In 1872 Bryce travelled to Iceland to see the land of the Icelandic sagas, as he was a great admirer of Njáls saga. In 1876 he ventured through Russia to Mount Ararat, climbed above the tree line and found a piece of hand-hewn timber, 4 feet (1.2 m) long and 5 inches (13 cm) thick. He agreed that the evidence fit the Armenian Church's belief that it was from Noah's Ark and offered no other explanations.
In 1872 Bryce, a proponent of higher education, particularly for women, joined the Central Committee of the National Union for Improving the Education of Women of All Classes (NUIEWC).
In 1880 Bryce, an ardent Liberal in politics, was elected to the House of Commons as member for the constituency of Tower Hamlets in London. In 1885 he was returned for South Aberdeen and he was re-elected there on succeeding occasions. He remained a Member of Parliament until 1907.
Bryce's intellectual distinction and political industry made him a valuable member of the Liberal Party. As early as the late 1860s he served as Chairman of the Royal Commission on Secondary Education. In 1885 he was made Under-Secretary of State for Foreign Affairs under William Ewart Gladstone but had to leave office after the Liberals were defeated in the general election later that year. In 1892 he joined Gladstone's last cabinet as Chancellor of the Duchy of Lancaster and was sworn of the Privy Council at the same time.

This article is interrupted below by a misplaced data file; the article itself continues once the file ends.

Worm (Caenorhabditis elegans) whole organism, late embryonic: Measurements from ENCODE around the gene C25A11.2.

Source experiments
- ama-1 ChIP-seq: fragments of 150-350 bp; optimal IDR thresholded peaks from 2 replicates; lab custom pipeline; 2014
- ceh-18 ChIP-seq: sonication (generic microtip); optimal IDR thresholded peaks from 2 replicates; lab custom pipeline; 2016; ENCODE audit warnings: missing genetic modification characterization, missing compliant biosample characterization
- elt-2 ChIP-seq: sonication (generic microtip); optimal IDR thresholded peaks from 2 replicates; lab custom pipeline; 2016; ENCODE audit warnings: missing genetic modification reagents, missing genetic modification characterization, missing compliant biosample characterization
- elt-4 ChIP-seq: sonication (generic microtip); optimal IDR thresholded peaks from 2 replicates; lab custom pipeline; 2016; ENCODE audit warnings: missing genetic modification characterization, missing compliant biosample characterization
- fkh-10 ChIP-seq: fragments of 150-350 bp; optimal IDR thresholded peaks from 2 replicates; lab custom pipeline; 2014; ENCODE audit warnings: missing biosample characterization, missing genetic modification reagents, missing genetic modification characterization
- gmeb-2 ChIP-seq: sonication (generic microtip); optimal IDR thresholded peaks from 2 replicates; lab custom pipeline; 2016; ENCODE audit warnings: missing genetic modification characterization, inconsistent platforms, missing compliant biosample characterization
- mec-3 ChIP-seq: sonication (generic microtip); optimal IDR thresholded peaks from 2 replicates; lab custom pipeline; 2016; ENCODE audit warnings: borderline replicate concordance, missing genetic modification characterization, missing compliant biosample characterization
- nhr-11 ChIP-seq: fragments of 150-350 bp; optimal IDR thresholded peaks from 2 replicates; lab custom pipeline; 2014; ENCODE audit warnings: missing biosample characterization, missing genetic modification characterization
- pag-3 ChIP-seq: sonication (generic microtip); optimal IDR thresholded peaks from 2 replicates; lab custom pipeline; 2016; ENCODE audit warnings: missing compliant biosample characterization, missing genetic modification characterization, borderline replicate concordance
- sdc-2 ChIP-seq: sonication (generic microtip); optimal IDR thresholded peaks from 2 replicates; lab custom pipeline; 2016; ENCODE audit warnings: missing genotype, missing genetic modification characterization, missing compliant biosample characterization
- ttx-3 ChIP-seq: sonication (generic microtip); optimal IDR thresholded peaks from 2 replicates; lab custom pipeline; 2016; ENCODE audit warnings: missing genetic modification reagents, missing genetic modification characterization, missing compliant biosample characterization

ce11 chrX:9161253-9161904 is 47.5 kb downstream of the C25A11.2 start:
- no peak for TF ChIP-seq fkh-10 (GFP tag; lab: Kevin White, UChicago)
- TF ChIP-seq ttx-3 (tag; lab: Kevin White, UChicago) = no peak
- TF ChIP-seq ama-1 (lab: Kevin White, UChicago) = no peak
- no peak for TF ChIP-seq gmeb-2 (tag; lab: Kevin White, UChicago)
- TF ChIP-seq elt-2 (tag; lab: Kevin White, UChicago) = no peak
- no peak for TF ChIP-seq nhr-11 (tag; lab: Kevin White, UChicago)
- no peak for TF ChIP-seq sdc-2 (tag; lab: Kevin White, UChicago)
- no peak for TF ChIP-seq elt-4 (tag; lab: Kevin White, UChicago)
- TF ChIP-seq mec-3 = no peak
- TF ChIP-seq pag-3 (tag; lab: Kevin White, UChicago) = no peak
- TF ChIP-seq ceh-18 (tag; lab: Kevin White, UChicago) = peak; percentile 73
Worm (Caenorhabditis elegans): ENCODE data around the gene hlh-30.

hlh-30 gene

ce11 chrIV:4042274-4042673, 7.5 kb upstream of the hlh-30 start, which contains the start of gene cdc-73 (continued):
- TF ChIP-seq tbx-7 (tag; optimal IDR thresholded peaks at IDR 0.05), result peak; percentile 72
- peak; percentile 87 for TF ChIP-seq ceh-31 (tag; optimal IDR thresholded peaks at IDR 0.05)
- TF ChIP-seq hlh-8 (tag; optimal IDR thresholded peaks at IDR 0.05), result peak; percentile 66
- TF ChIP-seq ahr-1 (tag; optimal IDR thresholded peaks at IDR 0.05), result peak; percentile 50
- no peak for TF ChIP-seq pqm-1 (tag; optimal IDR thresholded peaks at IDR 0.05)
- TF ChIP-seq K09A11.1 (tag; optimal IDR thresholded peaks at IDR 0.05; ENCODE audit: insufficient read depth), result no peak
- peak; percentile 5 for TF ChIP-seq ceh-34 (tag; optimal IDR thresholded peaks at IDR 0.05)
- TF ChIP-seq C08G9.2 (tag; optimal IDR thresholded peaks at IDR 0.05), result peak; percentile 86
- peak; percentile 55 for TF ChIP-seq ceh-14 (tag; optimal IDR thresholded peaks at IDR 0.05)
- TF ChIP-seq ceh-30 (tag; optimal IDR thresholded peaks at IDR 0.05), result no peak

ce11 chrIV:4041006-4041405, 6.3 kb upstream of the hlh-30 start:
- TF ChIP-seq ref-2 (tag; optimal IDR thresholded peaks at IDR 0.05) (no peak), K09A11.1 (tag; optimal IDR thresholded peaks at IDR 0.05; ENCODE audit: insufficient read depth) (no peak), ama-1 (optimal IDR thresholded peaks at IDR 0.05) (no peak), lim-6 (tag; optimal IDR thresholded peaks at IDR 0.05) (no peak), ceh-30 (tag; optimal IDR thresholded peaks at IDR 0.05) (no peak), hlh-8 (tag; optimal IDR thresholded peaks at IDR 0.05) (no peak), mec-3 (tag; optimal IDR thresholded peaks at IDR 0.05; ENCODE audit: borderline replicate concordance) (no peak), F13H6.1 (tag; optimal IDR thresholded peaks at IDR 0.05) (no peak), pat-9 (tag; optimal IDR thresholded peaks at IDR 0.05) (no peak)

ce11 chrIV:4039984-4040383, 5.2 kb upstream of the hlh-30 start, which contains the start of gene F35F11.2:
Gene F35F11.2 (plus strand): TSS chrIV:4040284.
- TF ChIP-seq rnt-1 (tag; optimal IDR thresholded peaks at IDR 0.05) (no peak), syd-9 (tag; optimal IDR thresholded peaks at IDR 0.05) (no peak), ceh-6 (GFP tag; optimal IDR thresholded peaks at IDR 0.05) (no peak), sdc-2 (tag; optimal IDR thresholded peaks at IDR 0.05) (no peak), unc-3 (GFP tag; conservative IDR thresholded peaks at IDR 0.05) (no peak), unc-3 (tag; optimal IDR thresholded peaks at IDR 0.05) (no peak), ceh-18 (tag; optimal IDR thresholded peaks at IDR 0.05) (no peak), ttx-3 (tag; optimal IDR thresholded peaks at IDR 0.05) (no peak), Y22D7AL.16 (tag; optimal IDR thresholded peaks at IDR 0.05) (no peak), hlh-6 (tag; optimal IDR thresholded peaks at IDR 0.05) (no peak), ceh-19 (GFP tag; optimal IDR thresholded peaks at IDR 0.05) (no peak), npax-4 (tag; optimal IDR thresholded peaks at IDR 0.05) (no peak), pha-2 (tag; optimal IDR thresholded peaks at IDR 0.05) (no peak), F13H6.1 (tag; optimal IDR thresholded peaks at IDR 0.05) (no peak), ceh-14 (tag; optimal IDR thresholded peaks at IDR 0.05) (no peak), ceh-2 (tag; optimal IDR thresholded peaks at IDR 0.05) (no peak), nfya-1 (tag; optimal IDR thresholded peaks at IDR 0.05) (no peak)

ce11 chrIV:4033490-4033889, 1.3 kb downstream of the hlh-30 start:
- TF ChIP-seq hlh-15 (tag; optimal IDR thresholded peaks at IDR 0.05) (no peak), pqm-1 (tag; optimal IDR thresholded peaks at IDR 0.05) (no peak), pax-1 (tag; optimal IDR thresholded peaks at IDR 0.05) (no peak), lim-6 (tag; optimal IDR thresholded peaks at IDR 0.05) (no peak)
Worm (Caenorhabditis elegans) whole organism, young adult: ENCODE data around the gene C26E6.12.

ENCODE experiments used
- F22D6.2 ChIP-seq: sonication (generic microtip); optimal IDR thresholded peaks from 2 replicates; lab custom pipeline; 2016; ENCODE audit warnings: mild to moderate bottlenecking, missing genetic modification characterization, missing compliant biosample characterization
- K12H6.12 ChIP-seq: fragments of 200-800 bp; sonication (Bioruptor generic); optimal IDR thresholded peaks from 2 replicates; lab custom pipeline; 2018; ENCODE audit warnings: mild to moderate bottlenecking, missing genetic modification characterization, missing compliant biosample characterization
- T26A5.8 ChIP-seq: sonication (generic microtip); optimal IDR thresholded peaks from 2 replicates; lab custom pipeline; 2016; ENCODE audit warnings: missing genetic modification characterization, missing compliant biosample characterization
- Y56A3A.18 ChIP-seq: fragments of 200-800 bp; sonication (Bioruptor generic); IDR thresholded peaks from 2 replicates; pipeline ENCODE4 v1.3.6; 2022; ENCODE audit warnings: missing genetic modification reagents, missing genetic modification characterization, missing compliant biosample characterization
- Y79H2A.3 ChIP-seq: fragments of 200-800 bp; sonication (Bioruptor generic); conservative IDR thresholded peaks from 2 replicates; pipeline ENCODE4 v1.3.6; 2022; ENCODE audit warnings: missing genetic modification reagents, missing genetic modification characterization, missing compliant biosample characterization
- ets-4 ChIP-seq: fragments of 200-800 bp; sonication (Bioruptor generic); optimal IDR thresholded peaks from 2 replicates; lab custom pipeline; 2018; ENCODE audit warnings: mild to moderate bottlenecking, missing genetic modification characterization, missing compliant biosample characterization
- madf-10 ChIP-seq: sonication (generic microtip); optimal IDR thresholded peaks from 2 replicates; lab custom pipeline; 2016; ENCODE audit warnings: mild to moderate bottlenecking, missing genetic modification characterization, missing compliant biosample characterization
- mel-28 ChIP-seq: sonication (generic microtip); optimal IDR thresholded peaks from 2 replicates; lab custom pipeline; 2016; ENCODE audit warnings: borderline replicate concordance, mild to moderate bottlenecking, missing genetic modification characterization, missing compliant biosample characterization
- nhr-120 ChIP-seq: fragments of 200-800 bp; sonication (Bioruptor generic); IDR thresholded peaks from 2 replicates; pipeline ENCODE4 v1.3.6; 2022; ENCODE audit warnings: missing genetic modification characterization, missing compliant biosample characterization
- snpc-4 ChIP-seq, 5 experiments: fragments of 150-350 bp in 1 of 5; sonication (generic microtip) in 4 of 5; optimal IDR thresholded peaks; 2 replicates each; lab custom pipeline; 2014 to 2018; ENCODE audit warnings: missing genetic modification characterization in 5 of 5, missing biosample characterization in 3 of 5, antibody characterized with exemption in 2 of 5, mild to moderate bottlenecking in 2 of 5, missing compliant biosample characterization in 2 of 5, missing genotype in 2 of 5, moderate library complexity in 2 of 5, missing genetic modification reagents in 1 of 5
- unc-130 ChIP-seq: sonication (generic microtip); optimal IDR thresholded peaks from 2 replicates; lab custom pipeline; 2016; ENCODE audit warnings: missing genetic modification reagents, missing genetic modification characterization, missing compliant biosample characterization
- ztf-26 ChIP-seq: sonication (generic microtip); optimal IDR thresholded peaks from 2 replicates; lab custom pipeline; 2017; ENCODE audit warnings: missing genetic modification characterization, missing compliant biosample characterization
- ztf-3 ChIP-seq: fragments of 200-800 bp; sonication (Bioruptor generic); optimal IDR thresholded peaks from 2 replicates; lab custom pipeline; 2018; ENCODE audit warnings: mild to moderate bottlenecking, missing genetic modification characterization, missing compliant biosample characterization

In 1894 Bryce was appointed President of the Board of Trade in the new cabinet of Lord Rosebery, but had to leave this office, along with the whole Liberal cabinet, the following year. The Liberals remained out of office for the next ten years.
In 1897, after a visit to South Africa, Bryce published a volume of Impressions of that country that had considerable influence in Liberal circles when the Second Boer War was being discussed. He devoted significant sections of the book to the recent history of South Africa, various social and economic details about the country, and his experiences while travelling with his party.
The "still radical" Bryce was made Chief Secretary for Ireland in Prime Minister Sir Henry Campbell-Bannerman's cabinet in 1905 and remained in office throughout 1906. Bryce was critical of many of the social reforms proposed by this Liberal Government, including old-age pensions, the Trade Disputes Act and the redistributive "People's Budget," which he regarded as making unwarranted concessions to socialism.